On a recent episode of CMD+Space, Russell Ivanovic, one of the creators of Pocket Casts, discussed the competition that has grown around his app:
I think the downside though of us kind of being one of the bigger players is that a lot of these new apps that are coming out, their selling point is that they’re super simple. We started with that concept originally. In fact there’s an app that came out recently, Castro, and the way that app is laid out, obviously not the way it looks, but the way it’s laid out is very, very similar to version 1 or version 2 of Pocket Casts, even down to the podcast and episode toggle thing at the top. I’m not saying they copied us, I don’t think they would have ever seen those versions of Pocket Casts. But more that a lot of the ideas these guys are having are ideas we’ve had originally, and we’ve kind of refined those ideas and changed them over time. But the benefit they have is they can come into the market and they can say – here’s something super simple, way simpler than Pocket Casts, and so much easier to understand, and not many features and nothing to get sort of tripped over by. Where as we can’t really do that.
Once you have a customer base and once you’re supporting all of them and once they come to love all the different features that you have, it’s never easy to try and pare that stuff back. But I mean on the flip side of that is I see a lot of those apps that launch and people are like “I love his app, it’s so awesome, so simple.” And then they’ll request every single feature that they have in Downcast or Pocket Casts or Instacast or whatever podcasting app they use. It’s interesting to see what those guys do with that then. Do they keep their app simple or do they start slowly adding those features in?
For years I’ve noticed that most applications slowly evolve from simple to complex. In some ways it’s just the natural order of the universe, that things will always evolve over time and become more complicated. However, the rapid pace of technology seems to push apps extremely quickly in this direction. Something like a stapler can pretty much remain in its original form for decades. However, a word processing application can’t remain the same for even a year or two without people complaining and wanting updates and new features and more functionality.
Therein lies the difficulty in making an app with the intention of having it be simple – can you keep that up indefinitely? Say you want to make a simple, elegantly designed photo editing app. You release it and it’s popular and widely praised for its simplicity. Then what do you do? Can you just decide you’ve achieved your vision and leave it in the app store, untouched, for the next five years?
Past history seems to give a resounding “no” to that question. Apps that aren’t updated or changed are seen as languishing or even dead. Users usually quickly flee and something almost always steps in to corner the market. So app developers are always under this constant pressure to iterate and improve an app – the biggest way being to add more features and complexity. Yet, that then quickly takes away the minimalistic aesthetic that made the app so appealing in the first place.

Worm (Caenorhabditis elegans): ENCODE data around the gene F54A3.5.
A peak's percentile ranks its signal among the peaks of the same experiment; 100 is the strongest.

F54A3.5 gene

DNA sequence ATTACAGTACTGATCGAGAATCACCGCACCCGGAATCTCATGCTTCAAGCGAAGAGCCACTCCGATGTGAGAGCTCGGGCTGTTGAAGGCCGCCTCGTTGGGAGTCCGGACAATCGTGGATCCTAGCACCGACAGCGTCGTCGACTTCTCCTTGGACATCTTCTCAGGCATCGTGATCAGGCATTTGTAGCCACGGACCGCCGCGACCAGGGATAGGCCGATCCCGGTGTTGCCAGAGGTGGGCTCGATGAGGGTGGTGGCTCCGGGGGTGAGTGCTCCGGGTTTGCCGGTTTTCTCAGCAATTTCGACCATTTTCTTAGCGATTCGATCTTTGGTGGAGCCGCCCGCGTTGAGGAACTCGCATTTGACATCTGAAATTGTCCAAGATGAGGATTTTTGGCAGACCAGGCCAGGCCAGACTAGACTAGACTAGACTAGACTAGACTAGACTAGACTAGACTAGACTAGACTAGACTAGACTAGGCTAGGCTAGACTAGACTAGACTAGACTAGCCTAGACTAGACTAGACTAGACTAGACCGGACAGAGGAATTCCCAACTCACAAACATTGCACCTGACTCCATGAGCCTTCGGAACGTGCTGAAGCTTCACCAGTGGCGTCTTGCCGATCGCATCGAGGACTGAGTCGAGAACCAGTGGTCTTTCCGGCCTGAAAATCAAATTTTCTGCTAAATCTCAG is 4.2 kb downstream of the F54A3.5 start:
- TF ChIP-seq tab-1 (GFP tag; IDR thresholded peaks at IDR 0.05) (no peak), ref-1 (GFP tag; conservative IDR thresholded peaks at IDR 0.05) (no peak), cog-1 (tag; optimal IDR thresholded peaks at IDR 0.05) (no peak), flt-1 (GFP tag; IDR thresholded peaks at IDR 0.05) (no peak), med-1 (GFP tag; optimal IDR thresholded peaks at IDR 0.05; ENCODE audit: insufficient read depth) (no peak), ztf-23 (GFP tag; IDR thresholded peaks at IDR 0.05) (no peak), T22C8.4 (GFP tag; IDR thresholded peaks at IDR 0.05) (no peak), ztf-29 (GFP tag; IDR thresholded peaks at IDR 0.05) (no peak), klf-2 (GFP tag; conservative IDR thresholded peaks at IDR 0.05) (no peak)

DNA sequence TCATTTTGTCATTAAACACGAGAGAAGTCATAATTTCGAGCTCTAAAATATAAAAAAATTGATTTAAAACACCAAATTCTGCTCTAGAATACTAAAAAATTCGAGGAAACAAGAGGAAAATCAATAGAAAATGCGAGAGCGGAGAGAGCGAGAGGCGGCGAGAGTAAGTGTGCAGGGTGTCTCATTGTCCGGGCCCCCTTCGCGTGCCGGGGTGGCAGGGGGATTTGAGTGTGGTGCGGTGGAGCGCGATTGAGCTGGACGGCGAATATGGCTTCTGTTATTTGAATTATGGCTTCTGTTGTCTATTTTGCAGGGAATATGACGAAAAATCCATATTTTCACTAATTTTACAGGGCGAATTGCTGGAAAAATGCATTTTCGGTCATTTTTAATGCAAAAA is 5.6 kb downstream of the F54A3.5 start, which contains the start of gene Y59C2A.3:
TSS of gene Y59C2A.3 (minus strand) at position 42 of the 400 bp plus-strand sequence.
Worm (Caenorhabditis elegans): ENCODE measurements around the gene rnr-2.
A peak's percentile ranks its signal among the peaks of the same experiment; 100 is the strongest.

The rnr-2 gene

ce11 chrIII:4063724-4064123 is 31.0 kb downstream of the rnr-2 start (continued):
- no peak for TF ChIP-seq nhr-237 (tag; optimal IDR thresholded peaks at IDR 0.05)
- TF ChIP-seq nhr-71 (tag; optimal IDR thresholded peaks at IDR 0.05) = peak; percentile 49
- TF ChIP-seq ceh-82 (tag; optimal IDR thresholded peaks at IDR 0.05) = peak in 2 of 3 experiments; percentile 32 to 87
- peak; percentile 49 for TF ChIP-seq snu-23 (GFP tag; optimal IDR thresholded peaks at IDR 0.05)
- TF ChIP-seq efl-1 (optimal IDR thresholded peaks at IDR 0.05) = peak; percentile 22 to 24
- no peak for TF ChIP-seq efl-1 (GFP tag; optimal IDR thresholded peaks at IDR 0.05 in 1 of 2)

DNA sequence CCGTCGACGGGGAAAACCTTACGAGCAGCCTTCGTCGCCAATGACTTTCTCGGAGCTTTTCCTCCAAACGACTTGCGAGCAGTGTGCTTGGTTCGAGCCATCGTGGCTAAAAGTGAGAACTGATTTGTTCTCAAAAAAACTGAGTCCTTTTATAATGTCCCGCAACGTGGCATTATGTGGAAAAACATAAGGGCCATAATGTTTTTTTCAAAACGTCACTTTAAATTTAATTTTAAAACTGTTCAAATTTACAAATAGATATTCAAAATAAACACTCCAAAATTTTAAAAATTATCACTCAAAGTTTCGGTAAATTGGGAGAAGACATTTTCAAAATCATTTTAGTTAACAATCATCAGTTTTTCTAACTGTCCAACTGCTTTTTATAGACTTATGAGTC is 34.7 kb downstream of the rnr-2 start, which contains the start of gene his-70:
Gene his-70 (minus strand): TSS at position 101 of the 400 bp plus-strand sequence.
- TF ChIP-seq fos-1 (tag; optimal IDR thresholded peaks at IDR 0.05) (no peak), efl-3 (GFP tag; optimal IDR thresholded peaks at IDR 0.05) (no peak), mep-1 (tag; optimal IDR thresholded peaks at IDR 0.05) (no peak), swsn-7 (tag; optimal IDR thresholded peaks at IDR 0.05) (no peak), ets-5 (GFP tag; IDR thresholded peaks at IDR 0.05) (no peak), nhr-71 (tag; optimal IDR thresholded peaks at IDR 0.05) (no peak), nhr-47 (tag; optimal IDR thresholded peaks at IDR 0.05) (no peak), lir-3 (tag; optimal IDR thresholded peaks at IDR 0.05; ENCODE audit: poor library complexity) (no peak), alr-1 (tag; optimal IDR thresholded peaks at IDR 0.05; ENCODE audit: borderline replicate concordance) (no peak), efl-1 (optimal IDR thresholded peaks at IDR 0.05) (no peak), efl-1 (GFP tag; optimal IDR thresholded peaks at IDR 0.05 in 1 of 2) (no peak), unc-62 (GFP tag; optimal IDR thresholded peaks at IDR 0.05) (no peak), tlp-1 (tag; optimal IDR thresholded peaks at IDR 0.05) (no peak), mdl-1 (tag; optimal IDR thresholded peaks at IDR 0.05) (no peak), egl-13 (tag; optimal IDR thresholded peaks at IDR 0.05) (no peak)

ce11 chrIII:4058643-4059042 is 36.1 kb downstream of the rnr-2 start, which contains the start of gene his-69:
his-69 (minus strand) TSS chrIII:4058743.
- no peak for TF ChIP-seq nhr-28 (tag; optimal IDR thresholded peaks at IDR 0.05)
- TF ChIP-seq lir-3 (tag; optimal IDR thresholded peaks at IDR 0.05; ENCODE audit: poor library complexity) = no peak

The quote about Pocket Casts shows the churn that this type of app development causes. You first have the super simple and elegant app that becomes a hit in version 1.0. However, as the versions continue, features are added, the interface is overhauled, more settings are added, more options, more of everything. At a certain point, a competitor usually tries to swoop in with a “simple” alternative and many flock to that. However, that simple competitor than will undergo the same evolution as the original hit app, and the cycle continues.
This isn’t exclusive to apps either. A great example of this churn can be seen in the evolution of Apple’s operating systems. Look all the way back to the early 80s and Apple had the rather complex and hard to use Apple II system in place. However, it ditched that for the Macintosh, a much simpler, easier to use OS. But the Mac OS followed the usual pattern of gaining more and more complexity over the years.
So what eventually happened? The churn continued when Apple introduced the super simplified iPhone, a complete break from all the complex baggage of the Mac. Version 1.0 of iOS (then simply called iPhone OS) didn’t have apps, multitasking, or even copy and paste. Yet, seven years later, iOS is tremendously more complex compared to the original 1.0 release. Yet, users wanted that, they cried out for features every year, and Apple added them back in every year.
I don’t see an easy way to solve this problem. It seems users have this conflicted nature of wanting both simplicity and complexity, and app developers can’t keep both sides happy. You can initially satisfy the simple side, but soon users shift their focus and clamor for complexity. It’s contradictory behavior, as is much of human nature. It becomes a game of tug of war – the developer pulling on one side to keep his or her app’s ideal minimalist vision, and the users pulling on the other side by requesting more and more functionality. There doesn’t seem to be a clear cut answer to this issue, and instead we are left with the ever present churning of simple to complex, simple to complex…